Not only do these cupcakes sound amazing but they taste incredible; delicately topped with a shiny raspberry, they are sure to impress your mum this Sunday. The recipe below takes around an hour (plus extra time for cooling) and will serve 12.


For the cupcakes

  • 2 large eggs
  • 100g granulated sugar
  • 100g light brown sugar
  • 95g plain flour
  • 40g cocoa powder
  • 2tsp vanilla extract
  • ½ tsp baking soda
  • ¾ tsp baking powder
  • ¼ tsp salt
  • 120ml butter milk
  • 80ml vegetable oil

For the icing

  • 420g icing sugar
  • 170g unsalted butter
  • 165g thick raspberry jam
  • 3 tbsp double cream
  • 2 tsp vanilla extract
  • ¼ tsp salt
  • Raspberries for decoration


  1. Pre-heat the oven to 180C (gas mark 4) and line a muffin tray with cupcake cases.
  2. In a large bowl mix together the flour, cocoa powder, baking soda, baking powder and salt until combined.
  3. In a separate bowl whisk the eggs, granulated sugar, brown sugar, vanilla extract and vegetable oil together until you achieve a smooth mixture.
  4. Pour half of the egg mixture into the flour mixture along with half the butter milk – gently stir together. Repeat this step with the remaining egg mixture and butter milk. Do not over mix; you don’t want the cake mix to be too thick.
  5. Fill the cupcake cases with the cake mix (about half way) and bake for 15-20 minutes. Test the cupcakes are ready by inserting a toothpick – if it comes out clean you’re good to go.
  6. Leave the cupcakes to completely cool before frosting; this can take up to an hour.
  7. For the icing, beat the softened butter for around 5 minutes until smooth and pale.
  8. Whilst continuously mixing add the icing sugar, double cream, vanilla extract and salt to the butter. Beat at a high speed for around 1 minute.
  9. Add the raspberry jam to the mixture and beat for a further 2 minutes until thick and creamy. If the mixture is too thin simply add more icing sugar.
  10. Decorate your cooled cupcakes with the raspberry icing and fresh raspberries before serving.


Celebrate in style this Mother’s Day by treating your dear old mum to this fabulous cocktail. This recipe takes around ten minutes to prepare and will serve up to four people.


  • 240ml vodka
  • 90ml cranberry juice
  • 4 tbsp fresh lime juice
  • 2 tbsp triple sec
  • Ice
  • 1 lime for decoration


  1. Fill a cocktail shaker with the ice, vodka, cranberry juice, lime juice and triple sec. Shake for around 30 seconds before straining into a Martini glass.
  2. Decorate the glass with a slice of lemon before serving.

And there you have it, three of our favourite recipes to treat your mum with this Mother’s Day. If you’re not a fan of cooking then why not treat your mum to an afternoon tea at one of these fantastic team rooms instead?

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By Nicole Westley

As a food lover Nicole can often be found in the kitchen, covered in flour and experimenting with new tastes! When not making a mess she loves to explore her Celtic roots by roaming the Scottish countryside or exploring the bays along the Anglesey coast with her fiancé.

Ten Facts about Pancakes

Tuesday, February 17th, 2015
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It’s here, it’s here! After a bit of a false start when one of the Sykes team thought Pancake Day was last week (there was an upsetting moment of realisation and then a lot of consoling…) Shrove Tuesday is really here and of course we can’t let one of the tastiest days of the year go by without a blog post. We’re serving up a stack of pancake facts, drizzling them with mouthwatering images and spreading some topping ideas.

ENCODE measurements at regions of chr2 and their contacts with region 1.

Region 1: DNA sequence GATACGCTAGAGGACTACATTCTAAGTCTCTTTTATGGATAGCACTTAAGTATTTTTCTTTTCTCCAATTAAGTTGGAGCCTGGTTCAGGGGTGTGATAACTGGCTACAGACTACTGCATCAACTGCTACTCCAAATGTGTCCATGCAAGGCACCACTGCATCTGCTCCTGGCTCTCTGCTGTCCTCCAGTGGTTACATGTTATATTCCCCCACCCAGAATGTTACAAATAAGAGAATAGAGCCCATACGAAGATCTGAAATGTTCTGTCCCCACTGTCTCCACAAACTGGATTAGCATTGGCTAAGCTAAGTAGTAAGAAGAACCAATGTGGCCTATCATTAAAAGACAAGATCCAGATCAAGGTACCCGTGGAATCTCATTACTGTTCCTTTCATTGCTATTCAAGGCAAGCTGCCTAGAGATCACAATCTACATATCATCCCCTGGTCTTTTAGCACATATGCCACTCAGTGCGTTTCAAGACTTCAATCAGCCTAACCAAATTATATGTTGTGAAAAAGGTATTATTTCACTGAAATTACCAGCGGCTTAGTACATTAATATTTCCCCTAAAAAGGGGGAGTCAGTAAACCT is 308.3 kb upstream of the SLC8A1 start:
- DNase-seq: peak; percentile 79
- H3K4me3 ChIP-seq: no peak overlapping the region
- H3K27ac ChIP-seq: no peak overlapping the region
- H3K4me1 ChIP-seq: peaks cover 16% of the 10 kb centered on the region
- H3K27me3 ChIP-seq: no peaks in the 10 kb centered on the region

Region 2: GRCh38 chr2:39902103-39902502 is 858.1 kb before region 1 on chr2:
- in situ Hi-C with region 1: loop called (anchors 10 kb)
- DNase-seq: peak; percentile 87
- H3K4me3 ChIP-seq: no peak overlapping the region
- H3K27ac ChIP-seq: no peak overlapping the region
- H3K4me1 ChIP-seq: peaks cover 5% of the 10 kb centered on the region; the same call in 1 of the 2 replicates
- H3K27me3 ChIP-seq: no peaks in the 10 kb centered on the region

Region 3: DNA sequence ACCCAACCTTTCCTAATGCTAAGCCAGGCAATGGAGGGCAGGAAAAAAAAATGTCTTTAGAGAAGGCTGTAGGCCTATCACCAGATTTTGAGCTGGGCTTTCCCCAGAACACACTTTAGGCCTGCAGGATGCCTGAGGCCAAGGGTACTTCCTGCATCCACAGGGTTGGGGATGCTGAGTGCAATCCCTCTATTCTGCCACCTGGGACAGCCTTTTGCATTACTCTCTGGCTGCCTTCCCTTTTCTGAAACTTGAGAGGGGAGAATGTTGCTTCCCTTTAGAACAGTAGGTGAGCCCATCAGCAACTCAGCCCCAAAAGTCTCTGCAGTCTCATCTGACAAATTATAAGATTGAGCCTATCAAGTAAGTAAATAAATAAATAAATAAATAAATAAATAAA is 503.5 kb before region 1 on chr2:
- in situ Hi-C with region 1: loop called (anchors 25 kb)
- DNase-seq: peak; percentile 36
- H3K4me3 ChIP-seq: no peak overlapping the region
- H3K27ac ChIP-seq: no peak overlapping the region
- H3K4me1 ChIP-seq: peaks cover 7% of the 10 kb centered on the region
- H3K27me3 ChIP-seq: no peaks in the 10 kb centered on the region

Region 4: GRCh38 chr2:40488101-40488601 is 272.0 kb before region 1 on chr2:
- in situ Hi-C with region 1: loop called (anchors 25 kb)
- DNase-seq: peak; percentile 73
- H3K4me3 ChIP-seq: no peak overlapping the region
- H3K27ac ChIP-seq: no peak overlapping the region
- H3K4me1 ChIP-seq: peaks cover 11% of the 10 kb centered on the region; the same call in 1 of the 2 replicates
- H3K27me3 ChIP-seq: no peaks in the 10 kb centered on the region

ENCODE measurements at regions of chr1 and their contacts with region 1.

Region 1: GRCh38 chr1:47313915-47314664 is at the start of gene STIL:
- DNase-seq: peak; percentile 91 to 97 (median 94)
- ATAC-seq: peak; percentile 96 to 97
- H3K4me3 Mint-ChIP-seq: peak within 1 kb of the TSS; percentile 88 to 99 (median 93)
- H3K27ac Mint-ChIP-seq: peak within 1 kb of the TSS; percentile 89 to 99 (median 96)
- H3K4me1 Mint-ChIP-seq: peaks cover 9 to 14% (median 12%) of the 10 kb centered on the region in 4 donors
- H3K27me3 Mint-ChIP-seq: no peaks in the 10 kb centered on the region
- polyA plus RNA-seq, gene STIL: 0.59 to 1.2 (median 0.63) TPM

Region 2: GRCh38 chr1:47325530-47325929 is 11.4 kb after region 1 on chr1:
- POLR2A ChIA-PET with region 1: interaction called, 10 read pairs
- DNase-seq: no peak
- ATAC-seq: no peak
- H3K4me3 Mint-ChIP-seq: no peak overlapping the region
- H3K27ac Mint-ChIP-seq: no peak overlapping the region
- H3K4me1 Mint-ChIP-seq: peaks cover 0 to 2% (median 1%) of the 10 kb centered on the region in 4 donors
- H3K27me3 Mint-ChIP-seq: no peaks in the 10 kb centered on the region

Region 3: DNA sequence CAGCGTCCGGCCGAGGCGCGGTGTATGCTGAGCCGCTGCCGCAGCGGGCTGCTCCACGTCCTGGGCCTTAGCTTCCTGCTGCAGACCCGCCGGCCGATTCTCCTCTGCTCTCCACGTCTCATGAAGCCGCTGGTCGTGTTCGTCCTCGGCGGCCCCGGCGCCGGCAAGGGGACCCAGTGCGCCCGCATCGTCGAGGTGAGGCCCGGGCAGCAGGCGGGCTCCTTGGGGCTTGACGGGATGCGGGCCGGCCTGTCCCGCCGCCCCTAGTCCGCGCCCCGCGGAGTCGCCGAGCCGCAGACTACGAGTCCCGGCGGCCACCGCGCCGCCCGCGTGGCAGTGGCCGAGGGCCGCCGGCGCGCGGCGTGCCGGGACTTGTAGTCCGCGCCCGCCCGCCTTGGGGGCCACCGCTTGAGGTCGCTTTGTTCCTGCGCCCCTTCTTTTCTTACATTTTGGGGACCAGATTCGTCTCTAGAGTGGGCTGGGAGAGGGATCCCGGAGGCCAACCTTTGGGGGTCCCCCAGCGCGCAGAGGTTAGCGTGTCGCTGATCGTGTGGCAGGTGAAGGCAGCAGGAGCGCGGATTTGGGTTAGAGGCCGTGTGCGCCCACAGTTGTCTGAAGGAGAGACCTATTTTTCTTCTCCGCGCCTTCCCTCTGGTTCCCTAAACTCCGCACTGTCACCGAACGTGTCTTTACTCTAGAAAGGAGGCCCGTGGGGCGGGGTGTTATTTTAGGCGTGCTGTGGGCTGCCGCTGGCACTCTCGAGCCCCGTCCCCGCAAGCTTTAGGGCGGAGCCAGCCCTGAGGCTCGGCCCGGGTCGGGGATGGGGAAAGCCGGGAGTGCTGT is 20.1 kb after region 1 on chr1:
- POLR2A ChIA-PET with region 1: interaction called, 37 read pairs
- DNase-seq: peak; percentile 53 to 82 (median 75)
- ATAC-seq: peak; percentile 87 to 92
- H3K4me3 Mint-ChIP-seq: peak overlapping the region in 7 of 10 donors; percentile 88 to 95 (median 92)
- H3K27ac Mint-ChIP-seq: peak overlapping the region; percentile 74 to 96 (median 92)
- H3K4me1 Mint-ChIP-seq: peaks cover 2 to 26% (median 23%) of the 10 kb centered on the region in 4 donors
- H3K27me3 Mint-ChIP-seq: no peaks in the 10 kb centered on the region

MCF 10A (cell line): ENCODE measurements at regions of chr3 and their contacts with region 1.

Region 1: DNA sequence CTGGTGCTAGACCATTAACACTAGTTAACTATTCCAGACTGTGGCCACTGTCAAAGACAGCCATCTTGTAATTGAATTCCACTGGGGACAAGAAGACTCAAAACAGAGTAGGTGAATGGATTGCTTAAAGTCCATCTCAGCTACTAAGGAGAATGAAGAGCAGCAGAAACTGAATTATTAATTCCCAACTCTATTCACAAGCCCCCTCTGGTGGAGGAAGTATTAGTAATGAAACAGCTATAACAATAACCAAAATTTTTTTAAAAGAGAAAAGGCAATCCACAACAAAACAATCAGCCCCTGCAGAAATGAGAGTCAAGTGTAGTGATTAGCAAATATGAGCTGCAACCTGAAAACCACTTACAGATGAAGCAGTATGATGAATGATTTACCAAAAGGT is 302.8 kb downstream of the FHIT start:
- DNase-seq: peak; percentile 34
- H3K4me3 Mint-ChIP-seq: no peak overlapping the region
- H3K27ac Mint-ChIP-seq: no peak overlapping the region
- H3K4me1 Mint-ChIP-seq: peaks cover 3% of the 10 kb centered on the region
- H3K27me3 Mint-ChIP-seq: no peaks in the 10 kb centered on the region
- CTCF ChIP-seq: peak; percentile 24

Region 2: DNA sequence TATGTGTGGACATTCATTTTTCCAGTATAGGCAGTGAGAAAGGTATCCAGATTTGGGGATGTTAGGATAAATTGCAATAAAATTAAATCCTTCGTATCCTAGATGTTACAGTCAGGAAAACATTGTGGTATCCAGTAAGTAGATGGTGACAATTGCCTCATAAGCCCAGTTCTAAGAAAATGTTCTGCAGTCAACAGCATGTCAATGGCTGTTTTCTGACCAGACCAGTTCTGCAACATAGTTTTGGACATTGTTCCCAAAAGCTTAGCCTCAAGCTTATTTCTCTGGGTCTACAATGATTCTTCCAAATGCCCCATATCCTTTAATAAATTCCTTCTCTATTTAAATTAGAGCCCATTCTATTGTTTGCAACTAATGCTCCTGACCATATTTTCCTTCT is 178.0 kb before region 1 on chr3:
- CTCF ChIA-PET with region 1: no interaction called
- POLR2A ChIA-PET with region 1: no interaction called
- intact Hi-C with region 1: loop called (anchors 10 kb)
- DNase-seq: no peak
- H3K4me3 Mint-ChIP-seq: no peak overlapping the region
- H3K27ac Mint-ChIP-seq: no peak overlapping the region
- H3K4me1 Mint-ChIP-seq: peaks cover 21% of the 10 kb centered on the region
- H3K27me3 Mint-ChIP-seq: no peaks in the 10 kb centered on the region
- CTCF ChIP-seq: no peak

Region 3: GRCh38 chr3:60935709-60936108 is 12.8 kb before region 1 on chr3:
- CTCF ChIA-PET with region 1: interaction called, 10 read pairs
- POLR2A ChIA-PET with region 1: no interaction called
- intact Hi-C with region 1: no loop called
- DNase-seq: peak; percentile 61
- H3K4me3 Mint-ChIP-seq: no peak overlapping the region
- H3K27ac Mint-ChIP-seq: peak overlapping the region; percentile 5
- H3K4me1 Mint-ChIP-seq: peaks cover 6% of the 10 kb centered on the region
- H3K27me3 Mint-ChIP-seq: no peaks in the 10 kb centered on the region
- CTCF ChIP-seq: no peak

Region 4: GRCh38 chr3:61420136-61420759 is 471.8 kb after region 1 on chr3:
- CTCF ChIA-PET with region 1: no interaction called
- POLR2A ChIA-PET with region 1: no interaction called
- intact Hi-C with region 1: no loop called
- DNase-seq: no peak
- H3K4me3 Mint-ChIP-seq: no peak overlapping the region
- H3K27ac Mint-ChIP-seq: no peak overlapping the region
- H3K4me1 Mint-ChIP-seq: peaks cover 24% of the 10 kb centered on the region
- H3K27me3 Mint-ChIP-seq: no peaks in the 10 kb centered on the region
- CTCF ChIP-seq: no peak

Ten Flippin’ Good Pancake Facts

  1. Pancakes were originally created as a way to use up the leftover fatty and rich foods before the beginning of lent.
  2. In Britain we use an estimated 55 million eggs on Pancake Day, which is around 22 million more than usual.
  3. The number of pancakes tossed in the quickest time is 349 tosses in 2 minutes. The accolade is held by Dean Gould of Suffolk.
  4. On average, we each eat two pancakes on Shrove Tuesday in Britain. This totals a huge 117 million pancakes consumed in Britain.
  5. In France, you would often make a wish whilst flipping the pancake during cooking whilst holding a coin in the other hand.
  6. It seems that Shakespeare was quite a fan of pancakes, as they feature in his plays. Most notably Act 1 Scene 2 of As You Like It. To flip or not to flip… that is the question.
  7. Supposedly, before baking soda was created, cooks used to use freshly fallen snow as an ingredient in pancakes to ensure they were soft and fluffy.
  8. The largest stack of pancakes was 76cm tall and was created by a pile of 60 pancakes. This broke the world record in 2012.
  9. Russian Andrei Smirnov once ate 73 pancakes in one hour.
  10. The highest pancake toss recorded reached 329cm high.

Eggcellent Topping Suggestions

We seem to be quite a traditional bunch here at Sykes Cottages, as a quick ask around the team revealed that the majority of us stick to the typical lemon and sugar on our pancakes (although a few of us did say that it has to be Nutella, yum!) In order to spread some inspiration, we thought sharing a couple of alternative toppings would be a good idea to get your creative juices flowing. Plus, they each sound flipping good if you ask me…

If you have a sweet tooth why not try banana and honey, fruit and whipped cream or the ultimate winter warmer of fried apples, cinnamon and honey.

If savoury is more your thing, why not treat yourself to an American brunch style pancake by having it with crispy bacon and fried eggs or fully indulge with scrambled eggs and salmon.

So, when it comes to pancakes… how do you eat yours? Tweet us and let us know!

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Leanne Dempsey

By Leanne Dempsey

A lover of reading, eating and shopping Leanne will often be found spending time with her two pugs or snapping away on instagram. A big fan of the city, She likes nothing more than getting away for a weekend break in the UK, her favourite places being London and Bath.